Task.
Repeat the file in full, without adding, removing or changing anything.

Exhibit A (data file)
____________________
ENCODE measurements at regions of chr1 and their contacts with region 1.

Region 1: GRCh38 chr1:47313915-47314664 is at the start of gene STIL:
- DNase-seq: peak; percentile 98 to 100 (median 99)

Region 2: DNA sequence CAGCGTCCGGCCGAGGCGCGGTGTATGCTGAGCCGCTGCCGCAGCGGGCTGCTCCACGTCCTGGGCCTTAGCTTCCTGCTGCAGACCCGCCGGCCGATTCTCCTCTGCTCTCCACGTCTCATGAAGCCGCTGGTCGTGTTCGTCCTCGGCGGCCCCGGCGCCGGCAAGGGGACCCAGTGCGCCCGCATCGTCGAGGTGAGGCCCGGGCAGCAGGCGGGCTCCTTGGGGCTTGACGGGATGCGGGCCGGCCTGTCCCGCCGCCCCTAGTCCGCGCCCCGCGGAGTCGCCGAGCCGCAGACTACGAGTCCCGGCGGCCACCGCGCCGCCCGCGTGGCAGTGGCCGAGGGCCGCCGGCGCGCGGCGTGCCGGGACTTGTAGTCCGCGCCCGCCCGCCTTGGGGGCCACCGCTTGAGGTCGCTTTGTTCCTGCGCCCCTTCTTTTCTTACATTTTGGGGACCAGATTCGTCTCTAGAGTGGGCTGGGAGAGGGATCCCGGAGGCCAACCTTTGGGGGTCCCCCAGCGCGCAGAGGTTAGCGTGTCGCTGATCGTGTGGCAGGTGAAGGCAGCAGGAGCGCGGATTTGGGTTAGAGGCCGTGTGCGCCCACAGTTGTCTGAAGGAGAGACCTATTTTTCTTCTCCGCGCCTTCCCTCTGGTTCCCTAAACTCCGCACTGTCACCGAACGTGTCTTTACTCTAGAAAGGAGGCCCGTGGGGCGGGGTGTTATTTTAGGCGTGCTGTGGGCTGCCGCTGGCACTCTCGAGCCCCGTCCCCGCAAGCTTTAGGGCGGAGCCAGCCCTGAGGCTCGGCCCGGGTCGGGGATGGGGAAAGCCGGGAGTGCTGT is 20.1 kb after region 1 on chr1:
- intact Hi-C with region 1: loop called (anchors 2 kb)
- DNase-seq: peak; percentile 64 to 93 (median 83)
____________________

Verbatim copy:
ENCODE measurements at regions of chr1 and their contacts with region 1.

Region 1: GRCh38 chr1:47313915-47314664 is at the start of gene STIL:
- DNase-seq: peak; percentile 98 to 100 (median 99)

Region 2: DNA sequence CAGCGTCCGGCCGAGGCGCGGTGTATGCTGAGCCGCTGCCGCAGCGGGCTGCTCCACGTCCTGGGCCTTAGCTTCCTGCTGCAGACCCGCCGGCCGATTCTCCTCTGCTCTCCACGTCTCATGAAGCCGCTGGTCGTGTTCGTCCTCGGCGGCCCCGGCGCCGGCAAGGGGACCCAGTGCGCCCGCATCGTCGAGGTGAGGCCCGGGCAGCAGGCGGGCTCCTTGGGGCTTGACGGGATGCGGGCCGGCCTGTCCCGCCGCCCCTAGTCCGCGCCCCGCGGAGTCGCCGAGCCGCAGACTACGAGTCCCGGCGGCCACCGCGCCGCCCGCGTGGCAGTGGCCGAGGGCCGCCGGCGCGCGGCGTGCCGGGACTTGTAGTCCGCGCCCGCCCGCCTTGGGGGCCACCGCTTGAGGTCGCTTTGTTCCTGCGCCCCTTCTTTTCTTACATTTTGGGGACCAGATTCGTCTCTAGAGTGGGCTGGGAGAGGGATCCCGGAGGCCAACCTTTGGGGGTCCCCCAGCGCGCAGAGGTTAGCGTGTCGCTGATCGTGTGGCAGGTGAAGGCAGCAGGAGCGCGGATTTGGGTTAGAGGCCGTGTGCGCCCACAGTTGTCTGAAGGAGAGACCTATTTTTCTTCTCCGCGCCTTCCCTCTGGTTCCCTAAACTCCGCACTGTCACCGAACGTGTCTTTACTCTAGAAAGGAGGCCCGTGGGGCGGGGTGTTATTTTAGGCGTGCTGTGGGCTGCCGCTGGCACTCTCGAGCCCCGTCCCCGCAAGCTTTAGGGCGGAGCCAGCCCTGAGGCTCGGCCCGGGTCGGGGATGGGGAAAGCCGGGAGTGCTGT is 20.1 kb after region 1 on chr1:
- intact Hi-C with region 1: loop called (anchors 2 kb)
- DNase-seq: peak; percentile 64 to 93 (median 83)